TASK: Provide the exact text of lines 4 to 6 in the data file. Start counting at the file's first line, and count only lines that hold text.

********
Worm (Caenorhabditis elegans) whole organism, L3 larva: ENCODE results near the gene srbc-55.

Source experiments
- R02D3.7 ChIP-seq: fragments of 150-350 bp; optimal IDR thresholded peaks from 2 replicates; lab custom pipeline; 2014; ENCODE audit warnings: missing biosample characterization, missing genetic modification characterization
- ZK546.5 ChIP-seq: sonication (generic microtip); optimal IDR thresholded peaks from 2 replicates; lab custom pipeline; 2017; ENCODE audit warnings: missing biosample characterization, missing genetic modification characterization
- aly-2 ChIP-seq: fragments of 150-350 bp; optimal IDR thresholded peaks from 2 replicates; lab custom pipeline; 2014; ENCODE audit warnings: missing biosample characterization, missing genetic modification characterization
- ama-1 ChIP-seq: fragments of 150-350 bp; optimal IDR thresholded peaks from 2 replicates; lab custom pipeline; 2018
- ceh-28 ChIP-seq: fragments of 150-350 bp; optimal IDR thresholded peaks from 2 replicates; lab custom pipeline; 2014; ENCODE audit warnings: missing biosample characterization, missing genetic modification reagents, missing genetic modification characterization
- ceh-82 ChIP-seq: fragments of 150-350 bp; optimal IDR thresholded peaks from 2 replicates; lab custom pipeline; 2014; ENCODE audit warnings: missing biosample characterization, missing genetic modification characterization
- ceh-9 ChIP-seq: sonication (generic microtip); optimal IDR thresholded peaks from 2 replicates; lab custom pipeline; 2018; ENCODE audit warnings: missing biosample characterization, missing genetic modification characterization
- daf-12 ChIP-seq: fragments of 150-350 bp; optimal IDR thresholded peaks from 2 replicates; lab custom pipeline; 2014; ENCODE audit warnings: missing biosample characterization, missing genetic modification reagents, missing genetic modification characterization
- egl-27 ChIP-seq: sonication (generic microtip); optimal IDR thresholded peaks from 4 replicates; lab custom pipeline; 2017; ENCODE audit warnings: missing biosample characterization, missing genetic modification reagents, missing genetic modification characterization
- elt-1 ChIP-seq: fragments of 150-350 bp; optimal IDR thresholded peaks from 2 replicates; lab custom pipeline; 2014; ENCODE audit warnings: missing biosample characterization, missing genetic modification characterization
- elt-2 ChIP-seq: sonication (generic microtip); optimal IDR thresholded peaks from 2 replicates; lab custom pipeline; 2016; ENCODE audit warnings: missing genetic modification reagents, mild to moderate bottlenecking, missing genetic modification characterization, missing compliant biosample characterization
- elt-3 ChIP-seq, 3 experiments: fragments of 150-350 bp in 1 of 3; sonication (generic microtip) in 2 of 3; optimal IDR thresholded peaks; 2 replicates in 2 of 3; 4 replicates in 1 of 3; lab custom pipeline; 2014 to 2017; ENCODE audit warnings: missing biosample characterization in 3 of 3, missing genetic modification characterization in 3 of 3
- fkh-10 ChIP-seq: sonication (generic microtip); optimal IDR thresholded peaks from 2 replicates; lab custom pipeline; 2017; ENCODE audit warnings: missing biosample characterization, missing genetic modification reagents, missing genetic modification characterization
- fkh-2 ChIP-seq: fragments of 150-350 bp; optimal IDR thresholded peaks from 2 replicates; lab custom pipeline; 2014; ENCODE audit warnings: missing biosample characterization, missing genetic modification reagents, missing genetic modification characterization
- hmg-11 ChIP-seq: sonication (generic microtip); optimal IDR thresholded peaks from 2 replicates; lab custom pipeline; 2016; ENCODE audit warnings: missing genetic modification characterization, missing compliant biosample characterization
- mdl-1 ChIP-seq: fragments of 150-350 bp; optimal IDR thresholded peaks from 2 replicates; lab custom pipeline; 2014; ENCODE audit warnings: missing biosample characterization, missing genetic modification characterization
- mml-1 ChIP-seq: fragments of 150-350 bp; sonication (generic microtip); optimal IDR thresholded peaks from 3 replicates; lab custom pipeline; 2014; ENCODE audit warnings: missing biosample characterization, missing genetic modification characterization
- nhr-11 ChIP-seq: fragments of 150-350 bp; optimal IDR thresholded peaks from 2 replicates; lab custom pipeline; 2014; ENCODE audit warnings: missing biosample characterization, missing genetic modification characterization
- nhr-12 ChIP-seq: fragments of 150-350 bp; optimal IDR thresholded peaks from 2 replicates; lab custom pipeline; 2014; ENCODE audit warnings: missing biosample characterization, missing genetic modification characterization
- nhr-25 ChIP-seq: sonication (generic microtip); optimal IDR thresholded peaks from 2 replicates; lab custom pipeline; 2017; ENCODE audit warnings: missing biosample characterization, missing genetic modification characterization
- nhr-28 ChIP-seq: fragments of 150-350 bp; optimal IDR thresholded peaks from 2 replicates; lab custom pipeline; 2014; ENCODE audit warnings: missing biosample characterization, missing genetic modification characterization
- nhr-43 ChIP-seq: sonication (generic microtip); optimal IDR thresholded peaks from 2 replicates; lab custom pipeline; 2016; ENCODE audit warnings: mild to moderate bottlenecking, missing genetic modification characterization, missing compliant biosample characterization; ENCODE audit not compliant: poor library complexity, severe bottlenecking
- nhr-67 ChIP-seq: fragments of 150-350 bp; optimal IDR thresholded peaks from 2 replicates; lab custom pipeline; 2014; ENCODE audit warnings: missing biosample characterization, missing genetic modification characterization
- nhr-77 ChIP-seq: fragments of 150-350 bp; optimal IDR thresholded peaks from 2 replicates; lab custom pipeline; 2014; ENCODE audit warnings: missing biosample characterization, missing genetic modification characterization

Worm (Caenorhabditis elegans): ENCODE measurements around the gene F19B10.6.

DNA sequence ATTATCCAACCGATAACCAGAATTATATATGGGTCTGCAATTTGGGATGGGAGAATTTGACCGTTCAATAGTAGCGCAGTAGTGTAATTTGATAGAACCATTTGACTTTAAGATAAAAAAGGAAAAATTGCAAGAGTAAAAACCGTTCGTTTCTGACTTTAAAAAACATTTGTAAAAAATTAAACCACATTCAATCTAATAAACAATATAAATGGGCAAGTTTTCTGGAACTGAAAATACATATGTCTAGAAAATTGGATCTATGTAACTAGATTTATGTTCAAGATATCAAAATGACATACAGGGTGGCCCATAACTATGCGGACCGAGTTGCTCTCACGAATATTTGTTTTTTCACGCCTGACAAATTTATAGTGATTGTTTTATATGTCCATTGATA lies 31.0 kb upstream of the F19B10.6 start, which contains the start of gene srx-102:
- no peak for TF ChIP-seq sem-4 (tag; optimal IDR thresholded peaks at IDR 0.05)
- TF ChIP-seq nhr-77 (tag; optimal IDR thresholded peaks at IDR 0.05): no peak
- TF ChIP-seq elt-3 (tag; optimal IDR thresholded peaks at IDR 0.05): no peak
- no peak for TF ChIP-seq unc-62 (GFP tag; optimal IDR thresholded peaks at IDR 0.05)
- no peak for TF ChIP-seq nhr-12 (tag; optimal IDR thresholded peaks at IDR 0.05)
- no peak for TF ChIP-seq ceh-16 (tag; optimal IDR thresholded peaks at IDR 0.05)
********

- ZK546.5 ChIP-seq: sonication (generic microtip); optimal IDR thresholded peaks from 2 replicates; lab custom pipeline; 2017; ENCODE audit warnings: missing biosample characterization, missing genetic modification characterization
- aly-2 ChIP-seq: fragments of 150-350 bp; optimal IDR thresholded peaks from 2 replicates; lab custom pipeline; 2014; ENCODE audit warnings: missing biosample characterization, missing genetic modification characterization
- ama-1 ChIP-seq: fragments of 150-350 bp; optimal IDR thresholded peaks from 2 replicates; lab custom pipeline; 2018